Avoiding a do it yourself disaster

Avoiding a do it yourself disaster

The remodeling industry has shown solid growth for the past two years and there’s no sign it’s letting up. Experts say some 43 million homeowners a year attempt a do it yourself project, and an estimated one in five suffers an injury. There are many ways to avoid a D.I.Y. disaster.

Homeowner Sarah Saucedo fell in love with the look of black–painted interior doors after seeing pictures online.

“I love D.I.Y. I love projects,” said Saucedo, “and I thought this one would be really simple. I mean, I’ve painted doors before. I use spray paint all the time and this was going to be really simple, you know, maybe an hour long project, if that, and it turned into a huge mess.”

Saucedo had removed the grid on the door and took it to the garage for priming, but when she returned, she found her glass atrium door shattered in a million pieces on her back patio.

“All of us will attempt D.I.Y. projects at some point in our life,” Angie’s List founder Angie Hicks said. “Let’s face it, it’s fun. It’s your house, you enjoy doing things to make it a better place, but you need to know whether you are getting yourself in over your head. If it’s a project you’ve never tackled, you might consider consulting with a professional. People don’t realize that the pros, a lot of times, will offer some advice. They might charge you for an hour of consultation which might save you a lot of headaches.”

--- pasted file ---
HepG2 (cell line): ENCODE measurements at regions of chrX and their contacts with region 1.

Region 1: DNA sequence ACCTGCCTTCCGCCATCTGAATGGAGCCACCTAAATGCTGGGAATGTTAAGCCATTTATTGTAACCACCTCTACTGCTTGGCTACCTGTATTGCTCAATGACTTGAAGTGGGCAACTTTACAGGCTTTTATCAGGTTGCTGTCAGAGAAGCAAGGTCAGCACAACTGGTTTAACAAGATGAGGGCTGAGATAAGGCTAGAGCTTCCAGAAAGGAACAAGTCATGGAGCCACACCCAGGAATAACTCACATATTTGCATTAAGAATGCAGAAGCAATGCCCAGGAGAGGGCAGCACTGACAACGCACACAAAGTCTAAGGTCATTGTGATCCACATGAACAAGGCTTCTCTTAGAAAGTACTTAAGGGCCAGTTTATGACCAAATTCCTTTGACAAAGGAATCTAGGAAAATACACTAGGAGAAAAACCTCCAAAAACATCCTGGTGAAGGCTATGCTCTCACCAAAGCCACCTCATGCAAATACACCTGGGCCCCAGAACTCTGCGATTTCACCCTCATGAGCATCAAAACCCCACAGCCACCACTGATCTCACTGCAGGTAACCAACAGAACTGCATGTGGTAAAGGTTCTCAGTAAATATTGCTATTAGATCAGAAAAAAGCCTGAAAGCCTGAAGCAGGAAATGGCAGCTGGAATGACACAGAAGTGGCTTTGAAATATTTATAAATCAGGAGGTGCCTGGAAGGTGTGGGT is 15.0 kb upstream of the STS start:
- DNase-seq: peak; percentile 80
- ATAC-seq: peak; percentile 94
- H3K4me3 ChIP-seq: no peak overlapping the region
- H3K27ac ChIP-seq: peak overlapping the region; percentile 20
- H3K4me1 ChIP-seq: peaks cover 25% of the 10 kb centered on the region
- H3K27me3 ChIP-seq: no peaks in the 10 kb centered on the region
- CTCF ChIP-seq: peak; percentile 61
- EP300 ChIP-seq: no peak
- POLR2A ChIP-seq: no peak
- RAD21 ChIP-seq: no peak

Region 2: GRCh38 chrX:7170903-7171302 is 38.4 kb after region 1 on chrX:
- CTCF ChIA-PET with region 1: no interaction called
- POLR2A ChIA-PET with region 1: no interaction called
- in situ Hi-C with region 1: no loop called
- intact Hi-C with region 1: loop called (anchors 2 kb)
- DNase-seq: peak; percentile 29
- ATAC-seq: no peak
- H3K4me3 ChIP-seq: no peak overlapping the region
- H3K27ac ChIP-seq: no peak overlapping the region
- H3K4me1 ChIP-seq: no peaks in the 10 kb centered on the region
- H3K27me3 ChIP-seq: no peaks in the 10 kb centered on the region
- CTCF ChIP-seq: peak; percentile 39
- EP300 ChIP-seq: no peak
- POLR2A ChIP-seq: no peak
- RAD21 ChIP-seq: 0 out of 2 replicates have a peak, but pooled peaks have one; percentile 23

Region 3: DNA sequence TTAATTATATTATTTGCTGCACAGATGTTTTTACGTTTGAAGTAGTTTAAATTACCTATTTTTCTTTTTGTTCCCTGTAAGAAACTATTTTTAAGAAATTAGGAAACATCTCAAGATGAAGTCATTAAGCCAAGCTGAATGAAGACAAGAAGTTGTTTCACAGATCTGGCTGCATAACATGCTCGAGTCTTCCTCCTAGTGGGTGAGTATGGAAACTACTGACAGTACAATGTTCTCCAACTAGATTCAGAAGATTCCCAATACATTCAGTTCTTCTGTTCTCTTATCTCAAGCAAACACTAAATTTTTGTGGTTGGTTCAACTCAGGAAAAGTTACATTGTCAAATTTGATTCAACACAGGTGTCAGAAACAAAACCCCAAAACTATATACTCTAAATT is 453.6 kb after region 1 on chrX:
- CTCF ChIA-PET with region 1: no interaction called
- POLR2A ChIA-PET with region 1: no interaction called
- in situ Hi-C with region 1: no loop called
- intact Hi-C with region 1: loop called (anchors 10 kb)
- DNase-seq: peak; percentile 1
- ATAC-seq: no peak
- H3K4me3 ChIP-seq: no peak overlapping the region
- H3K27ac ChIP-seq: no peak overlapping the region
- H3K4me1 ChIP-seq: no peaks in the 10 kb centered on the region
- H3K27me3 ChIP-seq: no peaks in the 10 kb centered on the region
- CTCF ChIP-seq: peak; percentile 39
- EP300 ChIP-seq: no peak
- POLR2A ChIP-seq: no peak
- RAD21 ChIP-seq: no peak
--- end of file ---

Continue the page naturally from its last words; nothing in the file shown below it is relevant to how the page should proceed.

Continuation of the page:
Homeowner Jonathan Metzger called in a pro for help with his bathroom remodel when he realized the project was more than he could handle.

“When you get into a project like that it seems a bit daunting to begin with, but then you start the demo and you take the walls down and you take out a cast iron tub and see all the inner workings, and that’s where you start to see the complexity,” said Metzger.

“I think the reason D.I.Y. is still so popular is because there is so much media attention,” added Hicks. “There’s television shows, magazines, websites. All show how projects can be done, but sometimes consumers get themselves in over their head.”

When it comes to D.I.Y. repairs, Angie’s List says that you should not settle for temporary fixes. Skipping steps or forcing things together may provide temporary solutions to short–term problems, but they often don’t last.